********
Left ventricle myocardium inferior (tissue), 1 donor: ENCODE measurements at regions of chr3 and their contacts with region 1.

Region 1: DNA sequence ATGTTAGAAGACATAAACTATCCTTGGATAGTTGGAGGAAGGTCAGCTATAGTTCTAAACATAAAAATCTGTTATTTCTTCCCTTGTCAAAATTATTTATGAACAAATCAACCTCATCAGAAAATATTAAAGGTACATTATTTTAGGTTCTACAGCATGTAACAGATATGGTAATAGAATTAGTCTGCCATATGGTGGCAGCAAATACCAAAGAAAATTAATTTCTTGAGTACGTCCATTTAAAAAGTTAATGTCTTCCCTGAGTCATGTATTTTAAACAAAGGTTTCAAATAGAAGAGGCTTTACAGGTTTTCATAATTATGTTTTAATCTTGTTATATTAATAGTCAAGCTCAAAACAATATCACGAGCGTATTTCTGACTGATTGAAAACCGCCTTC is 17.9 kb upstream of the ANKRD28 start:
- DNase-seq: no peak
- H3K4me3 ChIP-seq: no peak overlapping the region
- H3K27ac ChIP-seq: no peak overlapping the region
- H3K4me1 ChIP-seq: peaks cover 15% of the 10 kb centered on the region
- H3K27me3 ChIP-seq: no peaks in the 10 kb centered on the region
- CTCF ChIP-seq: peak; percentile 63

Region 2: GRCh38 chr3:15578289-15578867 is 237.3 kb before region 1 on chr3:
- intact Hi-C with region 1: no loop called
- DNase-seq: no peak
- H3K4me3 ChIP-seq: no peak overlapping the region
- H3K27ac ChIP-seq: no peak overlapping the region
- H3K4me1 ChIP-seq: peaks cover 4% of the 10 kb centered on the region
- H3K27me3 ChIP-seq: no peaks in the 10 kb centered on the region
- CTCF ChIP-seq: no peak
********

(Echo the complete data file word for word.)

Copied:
Left ventricle myocardium inferior (tissue), 1 donor: ENCODE measurements at regions of chr3 and their contacts with region 1.

Region 1: DNA sequence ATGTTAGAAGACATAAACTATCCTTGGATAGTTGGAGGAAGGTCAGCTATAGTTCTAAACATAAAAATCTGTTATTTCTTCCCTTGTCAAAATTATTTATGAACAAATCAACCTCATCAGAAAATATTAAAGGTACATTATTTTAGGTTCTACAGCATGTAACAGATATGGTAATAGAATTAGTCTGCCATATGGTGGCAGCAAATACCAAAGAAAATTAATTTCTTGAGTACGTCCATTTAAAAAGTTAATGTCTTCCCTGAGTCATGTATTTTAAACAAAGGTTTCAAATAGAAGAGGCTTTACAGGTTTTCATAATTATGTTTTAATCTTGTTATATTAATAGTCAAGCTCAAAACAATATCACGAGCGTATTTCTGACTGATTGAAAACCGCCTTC is 17.9 kb upstream of the ANKRD28 start:
- DNase-seq: no peak
- H3K4me3 ChIP-seq: no peak overlapping the region
- H3K27ac ChIP-seq: no peak overlapping the region
- H3K4me1 ChIP-seq: peaks cover 15% of the 10 kb centered on the region
- H3K27me3 ChIP-seq: no peaks in the 10 kb centered on the region
- CTCF ChIP-seq: peak; percentile 63

Region 2: GRCh38 chr3:15578289-15578867 is 237.3 kb before region 1 on chr3:
- intact Hi-C with region 1: no loop called
- DNase-seq: no peak
- H3K4me3 ChIP-seq: no peak overlapping the region
- H3K27ac ChIP-seq: no peak overlapping the region
- H3K4me1 ChIP-seq: peaks cover 4% of the 10 kb centered on the region
- H3K27me3 ChIP-seq: no peaks in the 10 kb centered on the region
- CTCF ChIP-seq: no peak